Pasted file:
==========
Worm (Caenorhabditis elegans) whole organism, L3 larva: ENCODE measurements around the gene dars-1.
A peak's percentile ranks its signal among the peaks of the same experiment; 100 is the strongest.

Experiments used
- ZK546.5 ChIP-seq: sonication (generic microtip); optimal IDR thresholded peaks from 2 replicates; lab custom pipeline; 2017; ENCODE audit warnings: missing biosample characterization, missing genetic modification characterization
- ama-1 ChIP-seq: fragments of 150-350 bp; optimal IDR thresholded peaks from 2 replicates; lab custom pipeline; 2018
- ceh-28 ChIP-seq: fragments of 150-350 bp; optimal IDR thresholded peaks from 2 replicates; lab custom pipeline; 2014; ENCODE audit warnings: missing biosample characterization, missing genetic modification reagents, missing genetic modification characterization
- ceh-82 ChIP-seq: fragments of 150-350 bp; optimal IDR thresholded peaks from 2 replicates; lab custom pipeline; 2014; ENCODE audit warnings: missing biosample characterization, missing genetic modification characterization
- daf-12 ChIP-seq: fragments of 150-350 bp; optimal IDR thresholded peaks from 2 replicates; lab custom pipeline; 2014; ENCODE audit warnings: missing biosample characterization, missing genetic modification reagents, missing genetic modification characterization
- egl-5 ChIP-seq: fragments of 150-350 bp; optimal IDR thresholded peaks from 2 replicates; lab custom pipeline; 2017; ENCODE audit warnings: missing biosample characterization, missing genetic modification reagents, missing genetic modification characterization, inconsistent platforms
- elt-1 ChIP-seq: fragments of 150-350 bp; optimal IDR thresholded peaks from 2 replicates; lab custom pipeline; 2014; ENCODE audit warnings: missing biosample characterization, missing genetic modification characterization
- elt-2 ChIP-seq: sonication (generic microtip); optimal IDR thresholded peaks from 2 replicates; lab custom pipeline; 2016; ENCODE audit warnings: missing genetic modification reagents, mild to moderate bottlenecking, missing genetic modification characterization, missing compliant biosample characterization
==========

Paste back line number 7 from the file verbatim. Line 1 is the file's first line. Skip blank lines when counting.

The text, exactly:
- ceh-82 ChIP-seq: fragments of 150-350 bp; optimal IDR thresholded peaks from 2 replicates; lab custom pipeline; 2014; ENCODE audit warnings: missing biosample characterization, missing genetic modification characterization